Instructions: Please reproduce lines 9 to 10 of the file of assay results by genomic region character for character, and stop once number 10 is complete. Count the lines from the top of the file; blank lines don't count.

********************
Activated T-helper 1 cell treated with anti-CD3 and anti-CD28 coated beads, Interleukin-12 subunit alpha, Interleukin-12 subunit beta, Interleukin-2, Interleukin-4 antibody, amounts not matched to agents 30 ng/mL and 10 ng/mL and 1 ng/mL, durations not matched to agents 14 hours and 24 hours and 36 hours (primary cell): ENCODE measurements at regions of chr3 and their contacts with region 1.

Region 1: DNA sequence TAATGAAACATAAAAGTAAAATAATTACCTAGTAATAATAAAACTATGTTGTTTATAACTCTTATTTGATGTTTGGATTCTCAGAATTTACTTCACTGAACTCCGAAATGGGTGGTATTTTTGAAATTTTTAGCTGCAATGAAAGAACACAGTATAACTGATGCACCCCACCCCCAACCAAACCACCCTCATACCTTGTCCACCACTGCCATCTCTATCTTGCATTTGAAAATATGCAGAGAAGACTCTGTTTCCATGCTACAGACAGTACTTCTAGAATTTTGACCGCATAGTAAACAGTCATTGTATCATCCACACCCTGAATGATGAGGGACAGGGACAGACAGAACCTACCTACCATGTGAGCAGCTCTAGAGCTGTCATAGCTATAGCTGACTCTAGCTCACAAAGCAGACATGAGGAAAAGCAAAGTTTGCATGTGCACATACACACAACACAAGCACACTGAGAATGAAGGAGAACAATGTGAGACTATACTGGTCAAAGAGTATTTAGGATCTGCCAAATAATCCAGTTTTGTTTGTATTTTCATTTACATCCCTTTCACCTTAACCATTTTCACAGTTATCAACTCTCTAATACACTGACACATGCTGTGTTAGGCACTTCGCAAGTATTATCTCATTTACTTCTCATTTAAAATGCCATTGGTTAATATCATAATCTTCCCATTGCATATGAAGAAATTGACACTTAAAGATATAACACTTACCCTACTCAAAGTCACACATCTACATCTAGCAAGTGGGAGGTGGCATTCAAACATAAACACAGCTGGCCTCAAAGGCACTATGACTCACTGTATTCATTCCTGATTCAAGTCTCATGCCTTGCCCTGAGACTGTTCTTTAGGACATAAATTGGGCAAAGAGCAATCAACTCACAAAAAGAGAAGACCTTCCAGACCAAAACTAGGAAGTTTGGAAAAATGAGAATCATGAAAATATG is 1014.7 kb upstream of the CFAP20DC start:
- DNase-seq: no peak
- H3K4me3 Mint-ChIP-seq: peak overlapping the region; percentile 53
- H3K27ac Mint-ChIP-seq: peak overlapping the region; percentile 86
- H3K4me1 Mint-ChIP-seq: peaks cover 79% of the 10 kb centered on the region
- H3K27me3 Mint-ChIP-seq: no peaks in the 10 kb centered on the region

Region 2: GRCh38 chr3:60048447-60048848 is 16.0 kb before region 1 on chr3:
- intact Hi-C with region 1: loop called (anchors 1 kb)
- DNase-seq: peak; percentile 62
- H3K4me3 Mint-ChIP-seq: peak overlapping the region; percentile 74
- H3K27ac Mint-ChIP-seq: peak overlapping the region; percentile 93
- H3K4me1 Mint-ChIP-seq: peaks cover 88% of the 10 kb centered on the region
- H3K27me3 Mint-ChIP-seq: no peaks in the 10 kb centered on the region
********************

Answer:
- intact Hi-C with region 1: loop called (anchors 1 kb)
- DNase-seq: peak; percentile 62